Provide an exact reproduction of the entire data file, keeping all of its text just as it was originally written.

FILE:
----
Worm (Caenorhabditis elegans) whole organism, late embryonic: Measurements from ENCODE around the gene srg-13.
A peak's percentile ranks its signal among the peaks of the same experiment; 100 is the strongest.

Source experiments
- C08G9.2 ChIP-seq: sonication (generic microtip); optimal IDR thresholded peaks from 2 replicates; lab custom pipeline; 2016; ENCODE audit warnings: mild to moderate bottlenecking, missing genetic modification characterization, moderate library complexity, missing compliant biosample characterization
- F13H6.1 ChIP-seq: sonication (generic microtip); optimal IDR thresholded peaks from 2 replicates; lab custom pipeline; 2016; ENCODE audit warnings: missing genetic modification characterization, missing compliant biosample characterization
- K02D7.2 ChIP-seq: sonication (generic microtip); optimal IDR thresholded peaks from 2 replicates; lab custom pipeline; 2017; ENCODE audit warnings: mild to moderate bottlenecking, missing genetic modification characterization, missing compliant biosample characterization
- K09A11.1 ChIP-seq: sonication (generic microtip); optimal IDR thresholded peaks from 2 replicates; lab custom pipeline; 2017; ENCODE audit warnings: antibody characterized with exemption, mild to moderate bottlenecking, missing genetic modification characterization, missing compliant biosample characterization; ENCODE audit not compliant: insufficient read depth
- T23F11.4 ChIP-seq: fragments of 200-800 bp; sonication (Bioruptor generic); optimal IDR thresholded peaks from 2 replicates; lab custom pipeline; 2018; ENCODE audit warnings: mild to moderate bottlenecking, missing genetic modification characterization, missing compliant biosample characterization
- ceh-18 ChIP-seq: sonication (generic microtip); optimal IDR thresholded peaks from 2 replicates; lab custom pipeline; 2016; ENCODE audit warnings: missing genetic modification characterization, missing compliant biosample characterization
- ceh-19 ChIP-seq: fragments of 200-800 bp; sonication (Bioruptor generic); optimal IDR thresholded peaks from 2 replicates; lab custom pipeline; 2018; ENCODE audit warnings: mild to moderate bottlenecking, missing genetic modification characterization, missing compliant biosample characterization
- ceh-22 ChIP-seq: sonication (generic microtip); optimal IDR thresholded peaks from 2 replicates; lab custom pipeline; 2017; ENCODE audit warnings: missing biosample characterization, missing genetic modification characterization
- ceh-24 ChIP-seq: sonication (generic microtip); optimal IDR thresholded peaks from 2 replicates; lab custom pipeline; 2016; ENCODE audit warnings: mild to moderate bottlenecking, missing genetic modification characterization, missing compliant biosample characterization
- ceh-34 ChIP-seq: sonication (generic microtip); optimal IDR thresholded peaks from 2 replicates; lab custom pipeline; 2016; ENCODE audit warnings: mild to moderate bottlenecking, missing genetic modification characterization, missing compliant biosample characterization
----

Worm (Caenorhabditis elegans) whole organism, late embryonic: Measurements from ENCODE around the gene srg-13.
A peak's percentile ranks its signal among the peaks of the same experiment; 100 is the strongest.

Source experiments
- C08G9.2 ChIP-seq: sonication (generic microtip); optimal IDR thresholded peaks from 2 replicates; lab custom pipeline; 2016; ENCODE audit warnings: mild to moderate bottlenecking, missing genetic modification characterization, moderate library complexity, missing compliant biosample characterization
- F13H6.1 ChIP-seq: sonication (generic microtip); optimal IDR thresholded peaks from 2 replicates; lab custom pipeline; 2016; ENCODE audit warnings: missing genetic modification characterization, missing compliant biosample characterization
- K02D7.2 ChIP-seq: sonication (generic microtip); optimal IDR thresholded peaks from 2 replicates; lab custom pipeline; 2017; ENCODE audit warnings: mild to moderate bottlenecking, missing genetic modification characterization, missing compliant biosample characterization
- K09A11.1 ChIP-seq: sonication (generic microtip); optimal IDR thresholded peaks from 2 replicates; lab custom pipeline; 2017; ENCODE audit warnings: antibody characterized with exemption, mild to moderate bottlenecking, missing genetic modification characterization, missing compliant biosample characterization; ENCODE audit not compliant: insufficient read depth
- T23F11.4 ChIP-seq: fragments of 200-800 bp; sonication (Bioruptor generic); optimal IDR thresholded peaks from 2 replicates; lab custom pipeline; 2018; ENCODE audit warnings: mild to moderate bottlenecking, missing genetic modification characterization, missing compliant biosample characterization
- ceh-18 ChIP-seq: sonication (generic microtip); optimal IDR thresholded peaks from 2 replicates; lab custom pipeline; 2016; ENCODE audit warnings: missing genetic modification characterization, missing compliant biosample characterization
- ceh-19 ChIP-seq: fragments of 200-800 bp; sonication (Bioruptor generic); optimal IDR thresholded peaks from 2 replicates; lab custom pipeline; 2018; ENCODE audit warnings: mild to moderate bottlenecking, missing genetic modification characterization, missing compliant biosample characterization
- ceh-22 ChIP-seq: sonication (generic microtip); optimal IDR thresholded peaks from 2 replicates; lab custom pipeline; 2017; ENCODE audit warnings: missing biosample characterization, missing genetic modification characterization
- ceh-24 ChIP-seq: sonication (generic microtip); optimal IDR thresholded peaks from 2 replicates; lab custom pipeline; 2016; ENCODE audit warnings: mild to moderate bottlenecking, missing genetic modification characterization, missing compliant biosample characterization
- ceh-34 ChIP-seq: sonication (generic microtip); optimal IDR thresholded peaks from 2 replicates; lab custom pipeline; 2016; ENCODE audit warnings: mild to moderate bottlenecking, missing genetic modification characterization, missing compliant biosample characterization